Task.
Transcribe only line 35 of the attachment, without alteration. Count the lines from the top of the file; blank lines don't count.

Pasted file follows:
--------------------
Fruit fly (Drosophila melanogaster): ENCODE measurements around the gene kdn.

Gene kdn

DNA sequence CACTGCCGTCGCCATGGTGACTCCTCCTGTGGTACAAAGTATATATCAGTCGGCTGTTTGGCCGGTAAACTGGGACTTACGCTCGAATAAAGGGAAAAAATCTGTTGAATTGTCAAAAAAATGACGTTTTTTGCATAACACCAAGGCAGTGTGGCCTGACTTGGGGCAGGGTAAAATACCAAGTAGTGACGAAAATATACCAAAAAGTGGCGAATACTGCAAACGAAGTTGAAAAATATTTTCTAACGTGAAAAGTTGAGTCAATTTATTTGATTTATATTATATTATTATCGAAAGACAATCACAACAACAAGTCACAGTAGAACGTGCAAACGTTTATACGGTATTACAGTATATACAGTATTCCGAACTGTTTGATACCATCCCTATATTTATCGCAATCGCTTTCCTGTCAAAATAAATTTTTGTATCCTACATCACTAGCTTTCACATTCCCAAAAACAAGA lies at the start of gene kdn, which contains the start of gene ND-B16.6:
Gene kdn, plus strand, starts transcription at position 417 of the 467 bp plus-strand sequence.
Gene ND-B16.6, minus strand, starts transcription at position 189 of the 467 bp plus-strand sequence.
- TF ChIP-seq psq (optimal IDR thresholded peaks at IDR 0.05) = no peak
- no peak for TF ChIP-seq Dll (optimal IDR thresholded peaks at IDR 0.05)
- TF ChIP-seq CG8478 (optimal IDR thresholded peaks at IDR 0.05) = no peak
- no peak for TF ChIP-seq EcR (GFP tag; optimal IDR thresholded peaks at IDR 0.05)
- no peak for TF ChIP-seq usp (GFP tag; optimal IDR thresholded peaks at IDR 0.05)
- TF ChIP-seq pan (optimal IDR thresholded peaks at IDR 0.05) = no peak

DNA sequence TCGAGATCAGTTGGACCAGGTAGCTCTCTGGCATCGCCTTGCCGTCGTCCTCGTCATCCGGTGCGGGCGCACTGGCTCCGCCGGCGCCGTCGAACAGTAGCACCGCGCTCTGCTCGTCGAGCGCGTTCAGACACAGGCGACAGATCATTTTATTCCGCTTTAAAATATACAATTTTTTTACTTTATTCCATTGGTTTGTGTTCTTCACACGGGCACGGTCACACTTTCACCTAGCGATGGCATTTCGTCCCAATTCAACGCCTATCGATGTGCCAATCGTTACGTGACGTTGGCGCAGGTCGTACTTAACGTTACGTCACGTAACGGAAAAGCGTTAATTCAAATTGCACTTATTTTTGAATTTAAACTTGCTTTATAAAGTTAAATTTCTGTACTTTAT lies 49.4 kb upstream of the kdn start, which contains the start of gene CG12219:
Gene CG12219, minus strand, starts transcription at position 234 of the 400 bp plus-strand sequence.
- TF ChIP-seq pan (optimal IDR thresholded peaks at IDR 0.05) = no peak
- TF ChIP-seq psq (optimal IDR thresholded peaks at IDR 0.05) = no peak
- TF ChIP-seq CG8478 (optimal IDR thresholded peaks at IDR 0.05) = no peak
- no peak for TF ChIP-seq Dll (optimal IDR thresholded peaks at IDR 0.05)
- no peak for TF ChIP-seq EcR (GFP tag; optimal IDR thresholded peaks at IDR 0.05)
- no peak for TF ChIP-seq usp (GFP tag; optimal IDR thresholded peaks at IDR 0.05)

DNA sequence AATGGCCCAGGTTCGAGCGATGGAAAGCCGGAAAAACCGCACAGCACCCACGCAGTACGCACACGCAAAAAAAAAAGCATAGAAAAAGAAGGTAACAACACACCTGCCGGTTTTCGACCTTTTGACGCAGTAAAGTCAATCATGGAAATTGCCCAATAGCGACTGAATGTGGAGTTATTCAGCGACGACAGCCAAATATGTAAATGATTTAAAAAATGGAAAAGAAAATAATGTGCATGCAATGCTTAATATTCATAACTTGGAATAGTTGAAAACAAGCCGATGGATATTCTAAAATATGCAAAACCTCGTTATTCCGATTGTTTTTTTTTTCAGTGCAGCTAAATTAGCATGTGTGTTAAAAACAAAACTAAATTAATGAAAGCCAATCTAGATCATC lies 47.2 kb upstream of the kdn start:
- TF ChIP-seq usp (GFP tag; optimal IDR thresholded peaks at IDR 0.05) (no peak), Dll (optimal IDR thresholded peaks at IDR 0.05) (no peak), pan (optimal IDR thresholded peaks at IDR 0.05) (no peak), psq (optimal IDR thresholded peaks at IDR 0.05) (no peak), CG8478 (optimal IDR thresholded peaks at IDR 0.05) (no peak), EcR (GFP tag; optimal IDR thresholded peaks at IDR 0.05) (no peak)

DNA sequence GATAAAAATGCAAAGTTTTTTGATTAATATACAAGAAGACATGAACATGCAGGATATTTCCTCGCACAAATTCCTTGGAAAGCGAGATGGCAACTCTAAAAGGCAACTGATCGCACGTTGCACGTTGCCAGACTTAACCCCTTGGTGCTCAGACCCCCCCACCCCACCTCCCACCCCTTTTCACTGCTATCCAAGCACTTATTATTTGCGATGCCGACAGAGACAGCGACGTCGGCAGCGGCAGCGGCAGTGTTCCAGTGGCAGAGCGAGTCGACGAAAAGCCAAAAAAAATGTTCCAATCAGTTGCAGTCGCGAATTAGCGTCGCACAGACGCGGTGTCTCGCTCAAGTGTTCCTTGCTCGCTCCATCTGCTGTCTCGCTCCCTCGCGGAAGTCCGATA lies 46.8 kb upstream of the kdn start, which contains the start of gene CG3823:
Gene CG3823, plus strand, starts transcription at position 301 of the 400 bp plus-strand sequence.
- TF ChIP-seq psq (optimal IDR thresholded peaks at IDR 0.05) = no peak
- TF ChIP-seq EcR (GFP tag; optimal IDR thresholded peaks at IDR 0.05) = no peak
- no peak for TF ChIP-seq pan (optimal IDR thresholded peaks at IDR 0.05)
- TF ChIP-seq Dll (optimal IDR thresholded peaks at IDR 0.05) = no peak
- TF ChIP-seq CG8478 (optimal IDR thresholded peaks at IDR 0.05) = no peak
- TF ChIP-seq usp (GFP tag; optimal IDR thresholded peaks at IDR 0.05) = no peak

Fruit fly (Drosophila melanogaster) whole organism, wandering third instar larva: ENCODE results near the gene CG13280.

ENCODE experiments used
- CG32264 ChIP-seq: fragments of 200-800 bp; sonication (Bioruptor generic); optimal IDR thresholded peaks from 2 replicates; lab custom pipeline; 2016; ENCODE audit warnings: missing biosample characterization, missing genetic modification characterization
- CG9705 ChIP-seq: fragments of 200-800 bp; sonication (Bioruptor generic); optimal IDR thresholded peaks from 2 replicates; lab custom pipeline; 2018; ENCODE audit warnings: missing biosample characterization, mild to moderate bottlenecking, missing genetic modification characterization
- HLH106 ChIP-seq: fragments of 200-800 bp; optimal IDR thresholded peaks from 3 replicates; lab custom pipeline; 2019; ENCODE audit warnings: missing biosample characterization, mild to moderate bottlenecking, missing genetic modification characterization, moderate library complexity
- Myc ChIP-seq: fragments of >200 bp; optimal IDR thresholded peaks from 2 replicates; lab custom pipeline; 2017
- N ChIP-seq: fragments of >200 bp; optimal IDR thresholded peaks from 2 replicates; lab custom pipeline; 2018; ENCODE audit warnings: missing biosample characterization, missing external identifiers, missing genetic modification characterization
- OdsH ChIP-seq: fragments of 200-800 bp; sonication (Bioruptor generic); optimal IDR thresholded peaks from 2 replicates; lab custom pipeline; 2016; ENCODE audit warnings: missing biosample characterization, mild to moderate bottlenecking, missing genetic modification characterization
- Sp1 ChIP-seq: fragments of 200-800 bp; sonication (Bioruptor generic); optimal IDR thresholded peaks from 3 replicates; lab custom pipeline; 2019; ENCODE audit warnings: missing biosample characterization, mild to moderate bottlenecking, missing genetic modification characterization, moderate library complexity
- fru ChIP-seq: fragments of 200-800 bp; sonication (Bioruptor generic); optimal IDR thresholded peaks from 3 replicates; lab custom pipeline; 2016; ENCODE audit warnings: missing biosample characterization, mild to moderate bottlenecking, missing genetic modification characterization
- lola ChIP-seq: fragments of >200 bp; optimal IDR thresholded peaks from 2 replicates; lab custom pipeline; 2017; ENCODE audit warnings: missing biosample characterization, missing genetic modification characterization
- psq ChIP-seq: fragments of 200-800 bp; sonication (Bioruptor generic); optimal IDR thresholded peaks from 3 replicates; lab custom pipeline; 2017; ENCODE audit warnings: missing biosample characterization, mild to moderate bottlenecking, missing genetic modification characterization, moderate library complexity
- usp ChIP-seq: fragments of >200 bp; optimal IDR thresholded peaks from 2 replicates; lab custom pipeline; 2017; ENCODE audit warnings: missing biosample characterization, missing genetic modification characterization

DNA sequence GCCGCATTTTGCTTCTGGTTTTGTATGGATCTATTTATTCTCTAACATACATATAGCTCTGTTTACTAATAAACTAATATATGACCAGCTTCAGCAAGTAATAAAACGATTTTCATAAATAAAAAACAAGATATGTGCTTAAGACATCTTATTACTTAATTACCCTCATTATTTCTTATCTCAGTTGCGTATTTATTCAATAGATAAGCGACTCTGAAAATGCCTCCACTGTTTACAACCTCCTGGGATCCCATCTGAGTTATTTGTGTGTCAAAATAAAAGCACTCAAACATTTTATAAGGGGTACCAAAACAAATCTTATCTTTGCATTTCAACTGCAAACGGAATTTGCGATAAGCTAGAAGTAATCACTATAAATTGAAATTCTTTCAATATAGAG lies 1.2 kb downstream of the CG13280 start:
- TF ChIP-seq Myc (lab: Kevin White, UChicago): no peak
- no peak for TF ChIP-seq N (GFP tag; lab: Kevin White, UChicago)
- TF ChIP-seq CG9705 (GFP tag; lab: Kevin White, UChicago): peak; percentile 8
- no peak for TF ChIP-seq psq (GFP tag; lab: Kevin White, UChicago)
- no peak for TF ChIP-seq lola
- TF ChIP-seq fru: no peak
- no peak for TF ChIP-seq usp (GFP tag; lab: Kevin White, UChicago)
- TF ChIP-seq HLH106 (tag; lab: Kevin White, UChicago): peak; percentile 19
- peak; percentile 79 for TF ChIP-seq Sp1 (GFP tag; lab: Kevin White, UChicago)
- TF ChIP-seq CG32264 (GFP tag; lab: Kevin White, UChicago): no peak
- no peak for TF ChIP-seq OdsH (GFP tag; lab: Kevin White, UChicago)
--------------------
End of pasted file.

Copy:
- Myc ChIP-seq: fragments of >200 bp; optimal IDR thresholded peaks from 2 replicates; lab custom pipeline; 2017